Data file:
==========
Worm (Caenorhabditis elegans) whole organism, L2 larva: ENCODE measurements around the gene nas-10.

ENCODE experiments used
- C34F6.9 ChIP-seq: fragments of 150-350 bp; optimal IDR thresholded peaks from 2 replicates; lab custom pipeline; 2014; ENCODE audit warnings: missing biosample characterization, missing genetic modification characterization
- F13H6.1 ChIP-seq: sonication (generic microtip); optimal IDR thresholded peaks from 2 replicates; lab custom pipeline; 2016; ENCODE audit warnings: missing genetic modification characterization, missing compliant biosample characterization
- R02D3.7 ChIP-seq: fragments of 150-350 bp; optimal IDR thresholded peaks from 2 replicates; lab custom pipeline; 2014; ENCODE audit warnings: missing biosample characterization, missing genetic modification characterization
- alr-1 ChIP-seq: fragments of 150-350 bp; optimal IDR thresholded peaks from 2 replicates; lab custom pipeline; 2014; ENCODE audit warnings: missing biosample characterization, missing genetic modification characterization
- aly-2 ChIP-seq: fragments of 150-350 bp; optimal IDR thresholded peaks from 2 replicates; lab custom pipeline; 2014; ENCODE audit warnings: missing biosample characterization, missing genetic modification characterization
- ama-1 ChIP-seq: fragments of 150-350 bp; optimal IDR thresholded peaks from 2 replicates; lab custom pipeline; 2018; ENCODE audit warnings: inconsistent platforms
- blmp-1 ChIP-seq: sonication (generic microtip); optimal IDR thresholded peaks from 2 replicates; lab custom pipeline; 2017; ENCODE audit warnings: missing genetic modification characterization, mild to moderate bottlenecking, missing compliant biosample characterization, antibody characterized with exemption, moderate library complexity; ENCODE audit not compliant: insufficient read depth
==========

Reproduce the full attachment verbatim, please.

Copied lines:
Worm (Caenorhabditis elegans) whole organism, L2 larva: ENCODE measurements around the gene nas-10.

ENCODE experiments used
- C34F6.9 ChIP-seq: fragments of 150-350 bp; optimal IDR thresholded peaks from 2 replicates; lab custom pipeline; 2014; ENCODE audit warnings: missing biosample characterization, missing genetic modification characterization
- F13H6.1 ChIP-seq: sonication (generic microtip); optimal IDR thresholded peaks from 2 replicates; lab custom pipeline; 2016; ENCODE audit warnings: missing genetic modification characterization, missing compliant biosample characterization
- R02D3.7 ChIP-seq: fragments of 150-350 bp; optimal IDR thresholded peaks from 2 replicates; lab custom pipeline; 2014; ENCODE audit warnings: missing biosample characterization, missing genetic modification characterization
- alr-1 ChIP-seq: fragments of 150-350 bp; optimal IDR thresholded peaks from 2 replicates; lab custom pipeline; 2014; ENCODE audit warnings: missing biosample characterization, missing genetic modification characterization
- aly-2 ChIP-seq: fragments of 150-350 bp; optimal IDR thresholded peaks from 2 replicates; lab custom pipeline; 2014; ENCODE audit warnings: missing biosample characterization, missing genetic modification characterization
- ama-1 ChIP-seq: fragments of 150-350 bp; optimal IDR thresholded peaks from 2 replicates; lab custom pipeline; 2018; ENCODE audit warnings: inconsistent platforms
- blmp-1 ChIP-seq: sonication (generic microtip); optimal IDR thresholded peaks from 2 replicates; lab custom pipeline; 2017; ENCODE audit warnings: missing genetic modification characterization, mild to moderate bottlenecking, missing compliant biosample characterization, antibody characterized with exemption, moderate library complexity; ENCODE audit not compliant: insufficient read depth